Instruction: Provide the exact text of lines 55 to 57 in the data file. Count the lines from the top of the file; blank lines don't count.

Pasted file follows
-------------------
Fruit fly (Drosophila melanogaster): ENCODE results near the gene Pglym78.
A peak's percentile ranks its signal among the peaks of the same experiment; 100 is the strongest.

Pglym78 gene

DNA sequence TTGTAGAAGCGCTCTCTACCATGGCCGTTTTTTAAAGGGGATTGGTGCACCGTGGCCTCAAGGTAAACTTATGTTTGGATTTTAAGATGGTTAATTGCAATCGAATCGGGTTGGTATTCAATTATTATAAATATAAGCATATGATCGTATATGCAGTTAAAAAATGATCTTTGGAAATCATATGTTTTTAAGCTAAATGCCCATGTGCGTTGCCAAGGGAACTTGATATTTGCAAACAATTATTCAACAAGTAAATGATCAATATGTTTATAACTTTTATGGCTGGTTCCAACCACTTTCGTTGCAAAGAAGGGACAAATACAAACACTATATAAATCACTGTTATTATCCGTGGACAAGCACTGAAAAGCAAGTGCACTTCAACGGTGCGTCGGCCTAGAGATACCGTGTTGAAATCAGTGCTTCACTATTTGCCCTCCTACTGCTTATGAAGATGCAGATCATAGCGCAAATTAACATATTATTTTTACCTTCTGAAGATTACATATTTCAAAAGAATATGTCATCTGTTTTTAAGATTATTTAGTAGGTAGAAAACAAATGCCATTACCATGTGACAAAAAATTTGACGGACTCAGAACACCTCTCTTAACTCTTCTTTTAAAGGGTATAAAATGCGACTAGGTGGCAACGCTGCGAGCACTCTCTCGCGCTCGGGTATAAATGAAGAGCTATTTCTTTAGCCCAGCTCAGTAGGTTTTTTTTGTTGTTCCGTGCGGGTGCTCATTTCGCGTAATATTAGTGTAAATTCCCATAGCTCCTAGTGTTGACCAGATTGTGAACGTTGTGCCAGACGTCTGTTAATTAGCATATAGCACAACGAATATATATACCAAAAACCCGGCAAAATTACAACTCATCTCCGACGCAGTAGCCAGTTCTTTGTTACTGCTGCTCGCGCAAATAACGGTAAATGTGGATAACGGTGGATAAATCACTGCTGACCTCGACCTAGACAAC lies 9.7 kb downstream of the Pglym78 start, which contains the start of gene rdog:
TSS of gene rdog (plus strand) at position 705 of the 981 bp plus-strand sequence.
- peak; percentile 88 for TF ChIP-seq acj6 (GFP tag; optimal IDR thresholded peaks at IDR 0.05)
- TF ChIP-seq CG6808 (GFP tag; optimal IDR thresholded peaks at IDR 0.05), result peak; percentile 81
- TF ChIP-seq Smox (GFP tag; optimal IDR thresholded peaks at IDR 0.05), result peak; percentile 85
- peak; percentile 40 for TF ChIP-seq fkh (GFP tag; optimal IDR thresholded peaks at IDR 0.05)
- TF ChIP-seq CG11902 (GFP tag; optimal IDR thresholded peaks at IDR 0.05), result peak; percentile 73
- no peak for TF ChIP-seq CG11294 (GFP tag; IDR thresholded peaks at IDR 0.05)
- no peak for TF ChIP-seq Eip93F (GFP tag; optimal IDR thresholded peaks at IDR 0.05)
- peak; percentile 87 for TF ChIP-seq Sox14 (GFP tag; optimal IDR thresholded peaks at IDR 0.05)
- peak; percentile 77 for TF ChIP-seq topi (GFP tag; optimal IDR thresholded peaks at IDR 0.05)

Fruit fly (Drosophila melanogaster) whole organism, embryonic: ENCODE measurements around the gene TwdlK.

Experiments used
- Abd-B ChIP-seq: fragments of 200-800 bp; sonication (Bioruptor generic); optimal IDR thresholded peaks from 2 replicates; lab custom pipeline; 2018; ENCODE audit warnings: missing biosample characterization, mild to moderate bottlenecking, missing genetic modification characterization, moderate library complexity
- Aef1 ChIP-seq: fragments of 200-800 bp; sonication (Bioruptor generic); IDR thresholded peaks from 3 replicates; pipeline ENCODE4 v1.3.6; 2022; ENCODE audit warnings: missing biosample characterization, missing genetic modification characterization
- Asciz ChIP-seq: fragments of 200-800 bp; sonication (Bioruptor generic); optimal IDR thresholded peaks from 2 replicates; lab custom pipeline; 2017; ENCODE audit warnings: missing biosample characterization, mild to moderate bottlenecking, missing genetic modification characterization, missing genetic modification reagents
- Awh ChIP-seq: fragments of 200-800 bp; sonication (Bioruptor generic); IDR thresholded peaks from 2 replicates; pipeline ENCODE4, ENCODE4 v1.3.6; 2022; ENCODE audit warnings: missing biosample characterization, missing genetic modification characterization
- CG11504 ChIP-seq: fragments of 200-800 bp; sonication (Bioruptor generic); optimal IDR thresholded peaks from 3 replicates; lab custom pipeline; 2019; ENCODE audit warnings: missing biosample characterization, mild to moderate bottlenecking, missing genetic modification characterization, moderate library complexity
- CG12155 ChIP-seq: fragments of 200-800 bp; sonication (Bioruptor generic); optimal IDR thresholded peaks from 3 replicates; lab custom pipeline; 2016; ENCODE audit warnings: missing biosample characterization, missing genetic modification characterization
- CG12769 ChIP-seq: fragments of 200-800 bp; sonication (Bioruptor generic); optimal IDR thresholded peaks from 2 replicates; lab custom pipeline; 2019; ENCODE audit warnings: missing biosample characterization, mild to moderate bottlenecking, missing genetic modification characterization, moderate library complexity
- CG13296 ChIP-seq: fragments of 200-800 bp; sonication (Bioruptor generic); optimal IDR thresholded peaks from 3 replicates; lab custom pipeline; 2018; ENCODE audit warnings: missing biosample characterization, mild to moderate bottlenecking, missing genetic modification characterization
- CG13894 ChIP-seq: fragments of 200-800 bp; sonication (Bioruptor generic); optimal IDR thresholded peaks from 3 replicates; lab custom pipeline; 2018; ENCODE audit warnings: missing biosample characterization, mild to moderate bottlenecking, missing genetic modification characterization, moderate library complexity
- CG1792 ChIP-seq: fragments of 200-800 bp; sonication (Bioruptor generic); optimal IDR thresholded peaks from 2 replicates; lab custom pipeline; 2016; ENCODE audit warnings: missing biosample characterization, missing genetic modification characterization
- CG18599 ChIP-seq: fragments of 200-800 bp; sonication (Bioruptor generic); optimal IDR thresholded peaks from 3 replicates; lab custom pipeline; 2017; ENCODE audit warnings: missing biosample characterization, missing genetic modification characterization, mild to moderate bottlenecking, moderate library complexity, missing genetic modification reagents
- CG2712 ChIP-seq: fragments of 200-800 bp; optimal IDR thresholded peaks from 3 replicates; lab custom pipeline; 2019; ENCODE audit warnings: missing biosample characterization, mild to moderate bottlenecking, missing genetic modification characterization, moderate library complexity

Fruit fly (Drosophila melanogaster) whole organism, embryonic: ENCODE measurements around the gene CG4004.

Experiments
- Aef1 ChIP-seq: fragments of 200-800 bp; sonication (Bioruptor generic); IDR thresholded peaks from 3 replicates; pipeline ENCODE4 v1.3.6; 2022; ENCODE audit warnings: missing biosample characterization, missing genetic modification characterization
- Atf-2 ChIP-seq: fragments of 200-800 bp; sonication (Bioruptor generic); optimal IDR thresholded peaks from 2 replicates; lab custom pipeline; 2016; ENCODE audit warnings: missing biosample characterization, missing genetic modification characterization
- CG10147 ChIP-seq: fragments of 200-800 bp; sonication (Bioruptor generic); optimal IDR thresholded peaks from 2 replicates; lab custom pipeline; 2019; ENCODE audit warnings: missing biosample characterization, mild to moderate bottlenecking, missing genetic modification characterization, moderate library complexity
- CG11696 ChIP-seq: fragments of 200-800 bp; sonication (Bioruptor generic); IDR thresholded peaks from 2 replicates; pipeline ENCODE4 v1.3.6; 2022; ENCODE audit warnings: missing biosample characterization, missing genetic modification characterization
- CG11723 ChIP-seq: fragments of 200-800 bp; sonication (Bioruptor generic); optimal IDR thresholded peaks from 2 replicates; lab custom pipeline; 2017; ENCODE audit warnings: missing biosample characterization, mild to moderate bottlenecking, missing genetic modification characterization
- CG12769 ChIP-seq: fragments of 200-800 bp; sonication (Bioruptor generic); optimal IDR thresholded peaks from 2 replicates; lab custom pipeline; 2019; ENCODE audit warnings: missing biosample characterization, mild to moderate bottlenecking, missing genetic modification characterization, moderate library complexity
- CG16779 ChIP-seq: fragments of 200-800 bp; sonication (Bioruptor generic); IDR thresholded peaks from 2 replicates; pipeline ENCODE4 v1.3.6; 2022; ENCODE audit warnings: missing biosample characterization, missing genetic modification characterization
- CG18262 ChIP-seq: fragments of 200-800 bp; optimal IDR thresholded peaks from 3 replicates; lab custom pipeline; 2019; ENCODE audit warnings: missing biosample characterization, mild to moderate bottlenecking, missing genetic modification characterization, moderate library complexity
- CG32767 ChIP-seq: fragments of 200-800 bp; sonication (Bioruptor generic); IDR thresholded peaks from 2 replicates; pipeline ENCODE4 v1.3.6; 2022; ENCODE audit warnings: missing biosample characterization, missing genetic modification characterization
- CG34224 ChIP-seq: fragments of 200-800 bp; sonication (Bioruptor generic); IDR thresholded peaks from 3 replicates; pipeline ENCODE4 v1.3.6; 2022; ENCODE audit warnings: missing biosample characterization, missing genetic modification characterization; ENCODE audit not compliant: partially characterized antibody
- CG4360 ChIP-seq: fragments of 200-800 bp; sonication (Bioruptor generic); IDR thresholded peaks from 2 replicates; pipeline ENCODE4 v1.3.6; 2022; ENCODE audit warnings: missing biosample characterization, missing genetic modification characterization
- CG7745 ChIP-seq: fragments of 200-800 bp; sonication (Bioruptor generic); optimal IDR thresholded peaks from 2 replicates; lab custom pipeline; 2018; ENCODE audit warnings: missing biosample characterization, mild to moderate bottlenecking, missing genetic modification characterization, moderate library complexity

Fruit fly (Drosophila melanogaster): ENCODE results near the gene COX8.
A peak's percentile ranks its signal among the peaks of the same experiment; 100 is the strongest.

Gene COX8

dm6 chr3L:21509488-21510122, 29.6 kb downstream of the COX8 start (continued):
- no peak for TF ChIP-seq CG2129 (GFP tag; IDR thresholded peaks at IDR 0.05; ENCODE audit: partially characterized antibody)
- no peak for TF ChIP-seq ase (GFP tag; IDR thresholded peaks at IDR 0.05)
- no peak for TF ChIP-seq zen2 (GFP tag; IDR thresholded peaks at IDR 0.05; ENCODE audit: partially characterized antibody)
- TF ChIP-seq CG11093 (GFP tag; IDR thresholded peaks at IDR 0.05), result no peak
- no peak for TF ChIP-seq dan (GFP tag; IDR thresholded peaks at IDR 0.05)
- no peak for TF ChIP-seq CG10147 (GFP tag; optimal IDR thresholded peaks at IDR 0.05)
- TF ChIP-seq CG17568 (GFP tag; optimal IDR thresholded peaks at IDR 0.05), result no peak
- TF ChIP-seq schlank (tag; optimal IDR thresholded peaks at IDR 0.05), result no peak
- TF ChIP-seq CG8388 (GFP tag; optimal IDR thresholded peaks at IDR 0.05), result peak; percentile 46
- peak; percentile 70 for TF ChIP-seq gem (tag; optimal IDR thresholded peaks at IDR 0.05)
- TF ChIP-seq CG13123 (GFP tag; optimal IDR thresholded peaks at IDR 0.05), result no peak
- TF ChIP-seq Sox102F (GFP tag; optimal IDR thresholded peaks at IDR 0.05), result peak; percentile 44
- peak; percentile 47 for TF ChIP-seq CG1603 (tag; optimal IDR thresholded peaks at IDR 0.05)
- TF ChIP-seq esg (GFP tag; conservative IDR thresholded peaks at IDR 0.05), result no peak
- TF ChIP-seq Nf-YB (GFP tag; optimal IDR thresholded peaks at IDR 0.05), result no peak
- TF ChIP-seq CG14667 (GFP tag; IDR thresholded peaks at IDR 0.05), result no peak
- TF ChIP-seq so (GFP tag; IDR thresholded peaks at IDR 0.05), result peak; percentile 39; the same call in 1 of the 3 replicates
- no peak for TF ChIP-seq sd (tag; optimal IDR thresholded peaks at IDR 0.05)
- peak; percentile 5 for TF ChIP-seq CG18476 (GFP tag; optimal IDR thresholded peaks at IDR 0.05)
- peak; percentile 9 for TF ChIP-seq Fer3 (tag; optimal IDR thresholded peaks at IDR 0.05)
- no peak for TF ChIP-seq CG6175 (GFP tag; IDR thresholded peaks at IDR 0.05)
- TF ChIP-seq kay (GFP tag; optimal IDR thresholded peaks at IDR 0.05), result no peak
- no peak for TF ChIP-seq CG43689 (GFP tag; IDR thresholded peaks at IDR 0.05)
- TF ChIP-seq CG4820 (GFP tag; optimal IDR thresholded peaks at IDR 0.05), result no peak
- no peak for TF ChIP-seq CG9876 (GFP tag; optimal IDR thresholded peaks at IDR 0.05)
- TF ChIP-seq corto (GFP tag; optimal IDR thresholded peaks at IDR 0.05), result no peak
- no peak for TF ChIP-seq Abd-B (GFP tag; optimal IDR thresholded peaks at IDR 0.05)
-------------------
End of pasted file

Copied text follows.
- TF ChIP-seq CG8388 (GFP tag; optimal IDR thresholded peaks at IDR 0.05), result peak; percentile 46
- peak; percentile 70 for TF ChIP-seq gem (tag; optimal IDR thresholded peaks at IDR 0.05)
- TF ChIP-seq CG13123 (GFP tag; optimal IDR thresholded peaks at IDR 0.05), result no peak